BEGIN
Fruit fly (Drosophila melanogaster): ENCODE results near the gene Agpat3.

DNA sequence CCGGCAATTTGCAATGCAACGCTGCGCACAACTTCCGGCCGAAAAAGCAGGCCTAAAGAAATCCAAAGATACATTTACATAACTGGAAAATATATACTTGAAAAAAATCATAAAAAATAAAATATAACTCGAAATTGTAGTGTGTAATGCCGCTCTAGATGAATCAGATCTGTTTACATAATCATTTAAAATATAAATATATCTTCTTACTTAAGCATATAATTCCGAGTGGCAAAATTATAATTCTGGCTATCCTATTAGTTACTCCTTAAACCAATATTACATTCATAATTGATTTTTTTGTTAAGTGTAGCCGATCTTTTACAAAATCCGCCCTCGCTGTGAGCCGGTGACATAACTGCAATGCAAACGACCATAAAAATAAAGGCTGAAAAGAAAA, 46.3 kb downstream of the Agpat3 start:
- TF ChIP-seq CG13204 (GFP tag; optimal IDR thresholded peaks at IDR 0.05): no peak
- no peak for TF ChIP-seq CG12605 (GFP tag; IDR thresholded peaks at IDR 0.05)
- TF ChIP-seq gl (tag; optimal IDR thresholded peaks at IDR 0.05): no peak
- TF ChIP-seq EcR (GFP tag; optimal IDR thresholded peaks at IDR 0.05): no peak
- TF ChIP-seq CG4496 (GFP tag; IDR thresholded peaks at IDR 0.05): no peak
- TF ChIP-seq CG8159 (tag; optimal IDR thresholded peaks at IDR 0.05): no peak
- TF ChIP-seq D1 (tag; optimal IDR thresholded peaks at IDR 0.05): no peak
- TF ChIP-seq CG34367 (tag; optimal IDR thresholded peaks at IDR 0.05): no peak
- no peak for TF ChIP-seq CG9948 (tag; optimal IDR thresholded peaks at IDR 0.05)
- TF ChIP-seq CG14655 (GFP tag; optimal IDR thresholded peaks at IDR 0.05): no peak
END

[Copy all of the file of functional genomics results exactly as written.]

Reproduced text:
Fruit fly (Drosophila melanogaster): ENCODE results near the gene Agpat3.

DNA sequence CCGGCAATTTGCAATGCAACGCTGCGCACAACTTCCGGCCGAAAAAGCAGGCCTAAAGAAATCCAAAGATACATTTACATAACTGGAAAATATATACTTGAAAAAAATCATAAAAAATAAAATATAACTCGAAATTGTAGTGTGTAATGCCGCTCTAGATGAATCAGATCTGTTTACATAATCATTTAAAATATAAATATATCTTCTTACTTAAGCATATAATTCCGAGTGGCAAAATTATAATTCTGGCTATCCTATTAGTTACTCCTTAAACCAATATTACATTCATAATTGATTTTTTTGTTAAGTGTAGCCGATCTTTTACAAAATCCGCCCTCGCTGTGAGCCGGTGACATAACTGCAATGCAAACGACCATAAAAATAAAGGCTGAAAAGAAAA, 46.3 kb downstream of the Agpat3 start:
- TF ChIP-seq CG13204 (GFP tag; optimal IDR thresholded peaks at IDR 0.05): no peak
- no peak for TF ChIP-seq CG12605 (GFP tag; IDR thresholded peaks at IDR 0.05)
- TF ChIP-seq gl (tag; optimal IDR thresholded peaks at IDR 0.05): no peak
- TF ChIP-seq EcR (GFP tag; optimal IDR thresholded peaks at IDR 0.05): no peak
- TF ChIP-seq CG4496 (GFP tag; IDR thresholded peaks at IDR 0.05): no peak
- TF ChIP-seq CG8159 (tag; optimal IDR thresholded peaks at IDR 0.05): no peak
- TF ChIP-seq D1 (tag; optimal IDR thresholded peaks at IDR 0.05): no peak
- TF ChIP-seq CG34367 (tag; optimal IDR thresholded peaks at IDR 0.05): no peak
- no peak for TF ChIP-seq CG9948 (tag; optimal IDR thresholded peaks at IDR 0.05)
- TF ChIP-seq CG14655 (GFP tag; optimal IDR thresholded peaks at IDR 0.05): no peak